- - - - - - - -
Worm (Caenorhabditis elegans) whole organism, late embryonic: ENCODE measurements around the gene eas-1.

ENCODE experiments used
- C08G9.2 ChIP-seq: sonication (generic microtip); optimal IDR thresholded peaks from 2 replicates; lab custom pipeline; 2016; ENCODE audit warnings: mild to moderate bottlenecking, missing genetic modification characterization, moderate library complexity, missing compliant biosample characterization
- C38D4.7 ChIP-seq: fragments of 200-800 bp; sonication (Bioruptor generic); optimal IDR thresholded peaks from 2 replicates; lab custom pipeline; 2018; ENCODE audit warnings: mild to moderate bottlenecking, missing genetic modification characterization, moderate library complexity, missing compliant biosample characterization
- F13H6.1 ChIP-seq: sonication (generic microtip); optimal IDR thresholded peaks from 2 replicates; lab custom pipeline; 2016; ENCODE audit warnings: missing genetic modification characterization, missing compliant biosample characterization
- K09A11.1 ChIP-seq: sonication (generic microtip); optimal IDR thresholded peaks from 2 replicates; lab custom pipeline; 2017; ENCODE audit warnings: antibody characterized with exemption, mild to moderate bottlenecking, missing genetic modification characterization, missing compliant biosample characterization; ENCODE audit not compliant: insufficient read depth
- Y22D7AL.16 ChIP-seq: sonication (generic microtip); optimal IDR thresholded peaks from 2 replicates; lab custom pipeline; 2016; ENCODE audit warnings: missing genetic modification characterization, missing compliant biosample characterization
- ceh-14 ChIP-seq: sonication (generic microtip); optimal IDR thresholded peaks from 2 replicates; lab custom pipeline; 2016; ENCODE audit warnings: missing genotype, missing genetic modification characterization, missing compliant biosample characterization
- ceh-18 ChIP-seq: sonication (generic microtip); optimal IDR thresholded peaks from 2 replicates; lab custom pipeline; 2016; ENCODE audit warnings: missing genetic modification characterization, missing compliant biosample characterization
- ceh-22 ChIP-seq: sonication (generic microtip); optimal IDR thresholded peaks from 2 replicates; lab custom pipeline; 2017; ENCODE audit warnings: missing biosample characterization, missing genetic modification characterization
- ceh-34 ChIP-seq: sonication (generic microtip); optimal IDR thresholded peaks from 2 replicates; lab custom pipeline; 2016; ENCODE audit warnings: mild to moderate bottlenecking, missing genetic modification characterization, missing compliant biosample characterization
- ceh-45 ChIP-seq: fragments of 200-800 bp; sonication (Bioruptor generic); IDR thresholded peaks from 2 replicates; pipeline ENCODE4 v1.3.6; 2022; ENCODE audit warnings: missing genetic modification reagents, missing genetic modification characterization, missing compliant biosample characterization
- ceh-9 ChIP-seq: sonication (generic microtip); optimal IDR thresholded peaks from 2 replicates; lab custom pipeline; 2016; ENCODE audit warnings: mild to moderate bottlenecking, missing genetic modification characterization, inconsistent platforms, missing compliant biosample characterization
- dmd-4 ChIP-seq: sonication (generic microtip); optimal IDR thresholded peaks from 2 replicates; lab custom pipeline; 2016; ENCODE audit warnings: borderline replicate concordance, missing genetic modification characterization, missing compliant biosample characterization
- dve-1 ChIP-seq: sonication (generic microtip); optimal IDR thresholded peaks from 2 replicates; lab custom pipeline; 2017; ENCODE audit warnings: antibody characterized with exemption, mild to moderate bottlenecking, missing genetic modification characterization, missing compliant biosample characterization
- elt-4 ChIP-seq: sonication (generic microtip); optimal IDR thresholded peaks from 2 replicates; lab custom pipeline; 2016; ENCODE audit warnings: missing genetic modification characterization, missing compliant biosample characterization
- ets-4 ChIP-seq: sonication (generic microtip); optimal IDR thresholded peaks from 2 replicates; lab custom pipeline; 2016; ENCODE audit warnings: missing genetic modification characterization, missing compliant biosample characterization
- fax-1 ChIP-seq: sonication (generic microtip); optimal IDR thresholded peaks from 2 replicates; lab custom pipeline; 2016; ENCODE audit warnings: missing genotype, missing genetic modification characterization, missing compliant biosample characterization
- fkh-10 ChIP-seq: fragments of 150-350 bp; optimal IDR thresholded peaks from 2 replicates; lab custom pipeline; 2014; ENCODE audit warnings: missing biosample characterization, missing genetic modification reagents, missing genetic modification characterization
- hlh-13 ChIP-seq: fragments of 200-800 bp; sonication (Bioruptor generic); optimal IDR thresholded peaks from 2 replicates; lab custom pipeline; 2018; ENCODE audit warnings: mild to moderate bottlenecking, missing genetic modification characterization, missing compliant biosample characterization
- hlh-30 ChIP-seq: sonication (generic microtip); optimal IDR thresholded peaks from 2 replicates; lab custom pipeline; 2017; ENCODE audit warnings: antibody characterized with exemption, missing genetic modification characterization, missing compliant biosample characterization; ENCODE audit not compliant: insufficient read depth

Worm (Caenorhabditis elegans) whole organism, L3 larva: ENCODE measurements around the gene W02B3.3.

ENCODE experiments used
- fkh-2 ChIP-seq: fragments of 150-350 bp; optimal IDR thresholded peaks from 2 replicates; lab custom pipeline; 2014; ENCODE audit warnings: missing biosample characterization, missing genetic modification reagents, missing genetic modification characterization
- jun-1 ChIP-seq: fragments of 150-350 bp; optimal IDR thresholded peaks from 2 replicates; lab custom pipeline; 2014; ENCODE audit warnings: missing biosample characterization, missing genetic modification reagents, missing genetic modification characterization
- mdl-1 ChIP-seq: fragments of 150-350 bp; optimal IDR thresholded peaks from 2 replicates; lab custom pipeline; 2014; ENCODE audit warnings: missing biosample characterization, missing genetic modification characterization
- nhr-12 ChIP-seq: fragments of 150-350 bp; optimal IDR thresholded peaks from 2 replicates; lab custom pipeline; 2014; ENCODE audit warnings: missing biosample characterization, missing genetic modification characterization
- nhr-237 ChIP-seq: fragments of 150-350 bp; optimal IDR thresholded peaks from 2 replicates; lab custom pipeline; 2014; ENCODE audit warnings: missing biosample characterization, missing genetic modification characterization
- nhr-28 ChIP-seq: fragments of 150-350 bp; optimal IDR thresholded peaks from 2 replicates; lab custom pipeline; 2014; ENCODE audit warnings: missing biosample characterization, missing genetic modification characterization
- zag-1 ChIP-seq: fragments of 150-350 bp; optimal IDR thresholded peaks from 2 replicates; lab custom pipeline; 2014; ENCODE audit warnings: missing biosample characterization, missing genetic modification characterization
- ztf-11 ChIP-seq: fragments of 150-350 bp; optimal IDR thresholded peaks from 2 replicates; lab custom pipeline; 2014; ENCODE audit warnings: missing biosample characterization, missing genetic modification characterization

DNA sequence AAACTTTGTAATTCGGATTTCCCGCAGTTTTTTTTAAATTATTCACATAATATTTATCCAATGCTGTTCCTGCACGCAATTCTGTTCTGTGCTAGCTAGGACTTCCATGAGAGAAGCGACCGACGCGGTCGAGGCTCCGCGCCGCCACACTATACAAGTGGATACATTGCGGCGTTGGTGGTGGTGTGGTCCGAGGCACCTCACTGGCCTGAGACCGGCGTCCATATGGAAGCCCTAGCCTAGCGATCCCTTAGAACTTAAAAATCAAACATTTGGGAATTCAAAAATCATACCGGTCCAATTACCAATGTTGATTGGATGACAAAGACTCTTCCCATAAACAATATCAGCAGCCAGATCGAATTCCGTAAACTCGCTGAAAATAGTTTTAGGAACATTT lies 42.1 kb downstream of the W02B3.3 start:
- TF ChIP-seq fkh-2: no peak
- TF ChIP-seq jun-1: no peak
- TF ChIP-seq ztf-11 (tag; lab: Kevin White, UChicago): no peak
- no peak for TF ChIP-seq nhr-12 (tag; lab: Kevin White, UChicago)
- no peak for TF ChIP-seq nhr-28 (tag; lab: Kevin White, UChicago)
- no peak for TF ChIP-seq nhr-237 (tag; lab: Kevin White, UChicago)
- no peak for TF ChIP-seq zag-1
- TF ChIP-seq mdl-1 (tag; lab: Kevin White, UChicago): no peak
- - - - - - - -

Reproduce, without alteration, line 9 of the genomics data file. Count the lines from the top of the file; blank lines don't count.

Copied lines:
- ceh-18 ChIP-seq: sonication (generic microtip); optimal IDR thresholded peaks from 2 replicates; lab custom pipeline; 2016; ENCODE audit warnings: missing genetic modification characterization, missing compliant biosample characterization